Eating It Too Kristine Kathryn Rusch
Her mother had taught her that each meal, each dish made with her own fingers was a gift. You should cook with your loved one in mind, Sophie, her mother used to say, and strive for the best.
So Sophie had. Each meal was a feast, a gift of love.
Harold ate each with gusto, complimenting her, and never missing a meal.
Two cakes and a batch of cookies sat on the countertop. A frenzy of baking, Harold would say when he got home. You’re the best cook in the country. Too bad you never share it with anyone.
She would smile, as she always did, and say, I share it with you.
All of her ingredients were on the counter, next to the soufflé dish, lightly dusted with sugar. The three egg whites and their tablespoon of sugar were beaten until they formed stiff peaks. The semisweet chocolate and four tablespoons of sugar were melted and cooling in a stainless steel bowl. She had only to beat in the egg yolks. A few more ingredients, a bit of time.
Behind her, the trial of the President played in the background, CNN commentators evaluating this, evaluating that. Last night, some reporter said things had been difficult for the First Family in August, after Hillary learned that Bill had lied.
Sophie remembered the vacation the next day — August 18th, her wedding anniversary, the day before the President’s birthday. How the first lady had used her daughter to keep her distance from her husband, how plain it was that Hillary was very, very angry.
Disgraced, not just in private, but in public too.
Like the time that Harold put his arm around Anna Armbruster and kissed her cheek. The day he had said to his best friend, out of Sophie’s hearing he thought, that he had nearly placed all of Sophie’s inheritance in private accounts. Divorcing lawyers, he had once said, was one of the most difficult tasks of all.
Almost as difficult, she thought, as divorcing a President of the United States.
Thirteen years he had slept with Anna, starting the month after he and Sophie married. She had thought the marriage had been for love; he had married her for money. All those years, all those meals, for money.
On January 17, the day the presidential scandal broke, she had bought white powdered cleanser with cash at an out-of-town grocery. The warning on the box was plain: poison if swallowed.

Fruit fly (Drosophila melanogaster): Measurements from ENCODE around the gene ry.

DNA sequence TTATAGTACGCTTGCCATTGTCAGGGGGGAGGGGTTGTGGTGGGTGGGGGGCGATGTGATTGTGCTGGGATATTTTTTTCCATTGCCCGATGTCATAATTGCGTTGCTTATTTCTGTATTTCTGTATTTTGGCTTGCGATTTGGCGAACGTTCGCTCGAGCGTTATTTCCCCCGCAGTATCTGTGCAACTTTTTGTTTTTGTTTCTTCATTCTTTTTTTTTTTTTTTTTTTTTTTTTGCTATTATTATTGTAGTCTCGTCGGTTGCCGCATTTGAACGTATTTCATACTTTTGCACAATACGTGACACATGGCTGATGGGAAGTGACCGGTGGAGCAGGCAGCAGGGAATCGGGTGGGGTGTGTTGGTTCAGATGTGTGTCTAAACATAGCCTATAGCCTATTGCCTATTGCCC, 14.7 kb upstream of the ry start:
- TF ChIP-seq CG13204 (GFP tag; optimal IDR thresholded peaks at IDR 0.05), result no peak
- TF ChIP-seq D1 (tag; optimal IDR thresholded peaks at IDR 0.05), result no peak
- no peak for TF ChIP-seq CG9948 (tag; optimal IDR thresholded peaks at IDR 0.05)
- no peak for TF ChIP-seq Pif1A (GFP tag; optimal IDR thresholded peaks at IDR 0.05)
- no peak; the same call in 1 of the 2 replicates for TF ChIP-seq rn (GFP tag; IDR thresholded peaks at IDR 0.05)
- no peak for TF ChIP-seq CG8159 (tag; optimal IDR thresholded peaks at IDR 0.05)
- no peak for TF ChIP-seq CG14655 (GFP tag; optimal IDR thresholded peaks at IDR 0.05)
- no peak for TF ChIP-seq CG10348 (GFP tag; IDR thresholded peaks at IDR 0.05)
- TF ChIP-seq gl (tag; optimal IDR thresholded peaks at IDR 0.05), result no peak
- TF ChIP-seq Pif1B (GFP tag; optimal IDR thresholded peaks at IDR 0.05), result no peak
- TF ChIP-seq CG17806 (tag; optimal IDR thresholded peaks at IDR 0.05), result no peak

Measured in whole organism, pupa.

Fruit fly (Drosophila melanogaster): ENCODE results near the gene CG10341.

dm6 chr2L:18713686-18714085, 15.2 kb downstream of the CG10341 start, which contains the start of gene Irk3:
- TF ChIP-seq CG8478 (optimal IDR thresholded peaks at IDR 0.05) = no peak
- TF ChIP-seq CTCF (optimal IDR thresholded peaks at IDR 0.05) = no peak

On August 20th, she had bought two powdered sugar boxes for the pantry. On September 15th, she had opened them and dumped the sugar into her garbage disposal. Then she had mixed the sugar with the powdered cleanser. She had resealed the boxes, using a glue she bought with cash and then threw away along with the cleanser tube. She replaced the powered sugar boxes in the pantry, and made a point of cooking no sweets for guests.
She had used a different box for her Christmas baking. She would use “sugar” from the new boxes to sprinkle the soufflé when it was done.
She stirred in the egg yolks, then mixed a third of the egg whites into the chocolate. Carefully she folded the rest of the whites into the mixture, and spooned the whole mess into the soufflé dish.
Then she double-checked herself. Timer set at 25 minutes, the open box of confectioner’s sugar beside the stove.
She rinsed out her mixer, then examined the cakes. A white cake and a marble cake. Harold had a fondness for chocolate soufflé. Her frenzy of baking would last the week, or so she would tell him.
The cakes needed frosting. He loved butter frosting, more than he loved her. He would come home at night, just for dinner, and then return to the office. She had always thought it a sign of his devotion — and it had been. Devotion to her cooking. All the while, living a lie.
She would have forgiven him if he had loved her. She would have forgiven him, even if he had humiliated her for decades to come, even if her humiliation were part of the historical record, even if it were grounds for impeachment. She would have forgiven him.
But the detective’s report made forgiveness impossible.
Damn Oregon. If it had been a community property state, Sophie wouldn’t have to do this. But if it had been a community property state, she wouldn’t have the excuse.
She poured in the powder and sugar, along with the milk, melted butter, and vanilla. The frosting was gluey, so she added more milk, making a glaze. She’d have to apologize to Harold for the glaze, saying she didn’t know why her frosting hadn’t worked this time. He wouldn’t care. He would eat piece after piece, and if he didn’t like it, he would eat the soufflé, which she would share with him.
After twenty-five minutes, the soufflé was puffed. She dusted it with confectioner’s sugar and smiled as she heard Harold’s car door slam outside. Just in time.
Dinner already on the table, desserts at the ready. She would have some too, just enough soufflé to get sick, maybe damage her throat. A small price to pay, really, when the net gains were so high. Another inheritance, this time from her husband. A return of her own money. And — perhaps — if this made the news, a suit against the store, or the powdered sugar manufacturer.
She shut off the television. Enough of other people’s problems.
The door opened, and Harold came in, looking trim and tailored. “Is dinner ready?” he asked. “I have to go back at seven.” Then he sniffed and grinned. “You went on a baking frenzy.”
“I did.” She smiled at him. “And I thought of you the entire time.”
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